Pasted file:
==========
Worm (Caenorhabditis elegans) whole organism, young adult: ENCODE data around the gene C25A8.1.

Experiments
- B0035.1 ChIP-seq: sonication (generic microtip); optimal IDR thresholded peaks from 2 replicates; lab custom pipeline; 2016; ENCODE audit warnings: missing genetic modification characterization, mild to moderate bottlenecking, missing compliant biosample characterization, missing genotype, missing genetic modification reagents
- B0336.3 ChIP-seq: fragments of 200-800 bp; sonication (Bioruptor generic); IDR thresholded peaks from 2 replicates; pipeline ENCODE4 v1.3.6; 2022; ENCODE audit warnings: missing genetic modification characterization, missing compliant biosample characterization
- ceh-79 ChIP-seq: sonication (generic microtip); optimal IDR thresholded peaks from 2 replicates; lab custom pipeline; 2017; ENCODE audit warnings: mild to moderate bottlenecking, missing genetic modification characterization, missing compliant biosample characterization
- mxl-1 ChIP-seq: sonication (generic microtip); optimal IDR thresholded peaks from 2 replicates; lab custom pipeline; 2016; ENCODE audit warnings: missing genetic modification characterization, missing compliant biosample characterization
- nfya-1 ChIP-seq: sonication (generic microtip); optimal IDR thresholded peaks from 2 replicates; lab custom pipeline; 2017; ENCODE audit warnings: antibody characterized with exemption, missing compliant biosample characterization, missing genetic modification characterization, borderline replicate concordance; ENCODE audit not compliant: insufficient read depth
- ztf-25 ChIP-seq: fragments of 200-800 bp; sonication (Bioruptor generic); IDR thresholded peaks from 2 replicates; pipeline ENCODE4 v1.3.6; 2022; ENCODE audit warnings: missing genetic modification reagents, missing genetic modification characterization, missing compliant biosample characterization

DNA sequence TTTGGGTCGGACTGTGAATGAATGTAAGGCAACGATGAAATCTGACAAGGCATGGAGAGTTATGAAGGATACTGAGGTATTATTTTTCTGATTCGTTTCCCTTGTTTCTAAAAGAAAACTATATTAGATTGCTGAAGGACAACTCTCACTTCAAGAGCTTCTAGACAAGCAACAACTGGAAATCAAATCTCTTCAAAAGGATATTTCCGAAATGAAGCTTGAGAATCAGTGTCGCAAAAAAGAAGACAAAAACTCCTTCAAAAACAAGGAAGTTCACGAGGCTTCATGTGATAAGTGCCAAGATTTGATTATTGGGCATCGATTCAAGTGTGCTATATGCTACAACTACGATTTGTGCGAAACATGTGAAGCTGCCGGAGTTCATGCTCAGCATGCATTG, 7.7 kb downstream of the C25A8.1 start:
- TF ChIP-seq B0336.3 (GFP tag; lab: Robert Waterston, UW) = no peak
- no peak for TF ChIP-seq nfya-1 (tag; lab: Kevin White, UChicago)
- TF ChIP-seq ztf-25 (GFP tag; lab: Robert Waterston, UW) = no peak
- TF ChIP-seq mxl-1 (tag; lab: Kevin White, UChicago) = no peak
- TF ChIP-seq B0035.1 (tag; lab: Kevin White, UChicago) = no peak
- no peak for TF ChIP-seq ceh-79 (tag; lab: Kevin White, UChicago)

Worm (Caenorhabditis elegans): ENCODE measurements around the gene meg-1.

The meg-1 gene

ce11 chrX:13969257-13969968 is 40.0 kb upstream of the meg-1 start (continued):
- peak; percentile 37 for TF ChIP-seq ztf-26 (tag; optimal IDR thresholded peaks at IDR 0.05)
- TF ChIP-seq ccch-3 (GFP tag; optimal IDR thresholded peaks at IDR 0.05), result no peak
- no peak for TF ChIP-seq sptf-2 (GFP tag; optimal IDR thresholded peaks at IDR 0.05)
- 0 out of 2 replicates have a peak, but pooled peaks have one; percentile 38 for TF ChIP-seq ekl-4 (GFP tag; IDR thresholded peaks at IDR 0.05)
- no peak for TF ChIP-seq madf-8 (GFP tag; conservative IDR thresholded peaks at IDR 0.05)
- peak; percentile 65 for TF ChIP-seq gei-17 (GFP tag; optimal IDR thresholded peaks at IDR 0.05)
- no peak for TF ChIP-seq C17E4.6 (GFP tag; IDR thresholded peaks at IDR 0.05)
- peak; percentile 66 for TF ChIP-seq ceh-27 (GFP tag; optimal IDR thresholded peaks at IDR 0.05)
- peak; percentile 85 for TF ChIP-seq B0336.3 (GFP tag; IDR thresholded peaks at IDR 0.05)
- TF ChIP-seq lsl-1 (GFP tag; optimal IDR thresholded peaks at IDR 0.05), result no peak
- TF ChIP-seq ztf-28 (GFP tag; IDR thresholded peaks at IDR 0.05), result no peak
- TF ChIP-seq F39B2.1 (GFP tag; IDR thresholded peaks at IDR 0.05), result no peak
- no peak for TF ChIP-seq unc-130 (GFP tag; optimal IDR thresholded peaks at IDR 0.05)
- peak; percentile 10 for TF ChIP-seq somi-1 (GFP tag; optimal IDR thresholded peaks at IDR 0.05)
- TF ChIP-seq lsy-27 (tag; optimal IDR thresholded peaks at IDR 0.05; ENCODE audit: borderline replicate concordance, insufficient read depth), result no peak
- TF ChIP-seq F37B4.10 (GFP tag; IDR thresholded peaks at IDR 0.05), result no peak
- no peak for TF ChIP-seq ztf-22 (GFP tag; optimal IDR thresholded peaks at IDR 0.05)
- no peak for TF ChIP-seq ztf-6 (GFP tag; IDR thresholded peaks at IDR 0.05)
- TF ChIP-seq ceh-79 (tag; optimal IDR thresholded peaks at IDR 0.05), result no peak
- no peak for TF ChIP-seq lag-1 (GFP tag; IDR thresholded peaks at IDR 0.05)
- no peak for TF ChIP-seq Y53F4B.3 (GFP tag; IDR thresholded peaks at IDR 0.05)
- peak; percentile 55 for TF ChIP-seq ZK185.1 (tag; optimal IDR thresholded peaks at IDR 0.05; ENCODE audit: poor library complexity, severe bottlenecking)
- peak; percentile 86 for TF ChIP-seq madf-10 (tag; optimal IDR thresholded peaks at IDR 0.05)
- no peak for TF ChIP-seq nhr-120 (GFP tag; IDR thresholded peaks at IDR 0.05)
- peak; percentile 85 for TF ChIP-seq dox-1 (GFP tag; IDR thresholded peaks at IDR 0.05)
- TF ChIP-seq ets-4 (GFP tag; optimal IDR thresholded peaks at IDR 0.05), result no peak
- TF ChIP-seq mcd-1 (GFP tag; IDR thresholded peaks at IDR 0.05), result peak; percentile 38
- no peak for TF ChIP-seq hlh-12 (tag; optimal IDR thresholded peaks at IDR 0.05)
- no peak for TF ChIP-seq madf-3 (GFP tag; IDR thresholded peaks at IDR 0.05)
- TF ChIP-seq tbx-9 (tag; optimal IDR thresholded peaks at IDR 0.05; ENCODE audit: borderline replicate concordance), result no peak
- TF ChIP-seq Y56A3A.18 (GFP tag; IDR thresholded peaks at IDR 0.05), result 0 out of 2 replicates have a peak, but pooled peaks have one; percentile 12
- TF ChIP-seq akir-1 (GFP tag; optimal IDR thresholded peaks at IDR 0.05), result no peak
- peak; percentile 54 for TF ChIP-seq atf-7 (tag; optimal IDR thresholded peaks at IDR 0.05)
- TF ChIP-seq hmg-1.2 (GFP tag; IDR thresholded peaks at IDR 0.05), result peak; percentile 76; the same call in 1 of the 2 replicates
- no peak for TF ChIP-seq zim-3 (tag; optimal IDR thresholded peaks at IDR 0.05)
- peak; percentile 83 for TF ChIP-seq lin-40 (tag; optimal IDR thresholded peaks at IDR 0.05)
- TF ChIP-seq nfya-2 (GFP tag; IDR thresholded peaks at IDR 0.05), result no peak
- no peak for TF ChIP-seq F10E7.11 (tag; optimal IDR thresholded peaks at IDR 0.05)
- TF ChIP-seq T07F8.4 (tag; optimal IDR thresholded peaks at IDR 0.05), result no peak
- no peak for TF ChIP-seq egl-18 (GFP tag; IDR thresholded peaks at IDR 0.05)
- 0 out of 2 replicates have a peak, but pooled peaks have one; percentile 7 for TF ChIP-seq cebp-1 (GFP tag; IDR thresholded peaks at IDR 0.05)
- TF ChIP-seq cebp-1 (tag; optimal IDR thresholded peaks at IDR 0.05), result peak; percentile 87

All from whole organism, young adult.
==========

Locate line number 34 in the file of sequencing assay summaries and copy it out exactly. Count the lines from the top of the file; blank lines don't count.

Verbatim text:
- TF ChIP-seq F37B4.10 (GFP tag; IDR thresholded peaks at IDR 0.05), result no peak